The rioters, mostly Jewish women and children, were protesting over last week's murder by Palestinians of Shlomo Ra'anan, a 63-year-old rabbi killed in his home.
The Arab stallholders were among about 30,000 Palestinians living on the Israeli side who spent three days under curfew. Israeli troops have placed the entire city under a virtual siege, including the 80 per cent of the city controlled by Yasser Arafat's Palestinian Authority.
The siege claimed its first victim on Saturday night when a three-month- old boy died of fever because Israeli checks prevented his parents from getting him to hospital in time. He was named as Kasay Sultan. Doctors at the Alia hospital said he arrived too late to save him.
About 20 Arab youths responded to the mayhem in the market by marching from the Palestinian-controlled area towards an Israeli checkpoint, where they burned tyres and hurled rocks at the soldiers. The troops fired back with rubber-coated metal bullets and at least four of the Arabs were treated later in hospital for wounds.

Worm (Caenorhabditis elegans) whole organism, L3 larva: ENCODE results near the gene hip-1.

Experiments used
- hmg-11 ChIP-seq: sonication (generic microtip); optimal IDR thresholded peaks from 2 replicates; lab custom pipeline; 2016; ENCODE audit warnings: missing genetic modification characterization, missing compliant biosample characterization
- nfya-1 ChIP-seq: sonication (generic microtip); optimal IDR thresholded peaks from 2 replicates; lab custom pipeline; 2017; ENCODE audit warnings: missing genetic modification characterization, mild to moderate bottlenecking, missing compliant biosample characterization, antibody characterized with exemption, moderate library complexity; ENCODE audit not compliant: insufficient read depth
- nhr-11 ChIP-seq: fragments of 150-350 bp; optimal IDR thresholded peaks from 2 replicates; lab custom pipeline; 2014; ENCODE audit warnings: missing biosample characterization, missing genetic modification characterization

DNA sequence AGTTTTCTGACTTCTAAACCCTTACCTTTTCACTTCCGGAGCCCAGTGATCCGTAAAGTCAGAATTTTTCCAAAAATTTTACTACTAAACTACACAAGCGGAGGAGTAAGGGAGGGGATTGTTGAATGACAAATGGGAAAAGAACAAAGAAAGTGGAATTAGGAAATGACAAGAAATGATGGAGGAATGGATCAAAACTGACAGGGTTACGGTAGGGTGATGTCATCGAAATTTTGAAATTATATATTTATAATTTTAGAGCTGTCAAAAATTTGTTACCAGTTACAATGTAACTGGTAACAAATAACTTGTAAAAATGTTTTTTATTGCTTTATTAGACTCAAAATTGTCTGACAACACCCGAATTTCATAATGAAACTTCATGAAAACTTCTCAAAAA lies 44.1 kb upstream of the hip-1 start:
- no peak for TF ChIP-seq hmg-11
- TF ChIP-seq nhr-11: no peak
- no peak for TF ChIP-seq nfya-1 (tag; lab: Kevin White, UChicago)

Some of the settlers, who are not bound by the curfew, tried to break into Palestinian-held areas, but were forcibly restrained by Israeli security men.
The Arab mayor of Hebron, Mustafa Natsche, complained yesterday that people who had nothing to do with the rabbi's death were paying the price. "The situation is very serious," he said. "The controls are very tight. Our people can't go to work, and it is even difficult to bring in essential materials.".
Hebron's 100,000 Arabs are already suffering a chronic water shortage, owing go to the unusually hot summer. They have been buying extra water from tankers.
Mr Natsche protested that the Israelis were now blocking the tankers heading into the city.
Rabbi Ra'anan, a member of a leading religious nationalist family, was stabbed to death in Tel Rumeida, a hilltop site where seven fanatical Jewish settler families live in caravans in the middle of an Arab neighbourhood. Until now, the government has resisted their demands for permanent homes to be built there. However, Benjamin Netanyahu's ministers voted yesterday to build homes.
Dan Naveh, a Cabinet spokesman, said: "Whoever thinks he can weaken the [Jewish] settlement in Hebron by acts of despicable murder like we witnessed last week can see that he is making a bitter mistake and will achieve the opposite result."
It is five years since the Israeli-Palestinian accord was being signed in Oslo. Mr Naveh said: "We received a bloody reminder a few days ago why Oslo is not a reason to rejoice.
"Perhaps it would be fitting to begin the ceremony with a minute's silence in memory of all the Jews who have been murdered since the agreement was signed."Reuse content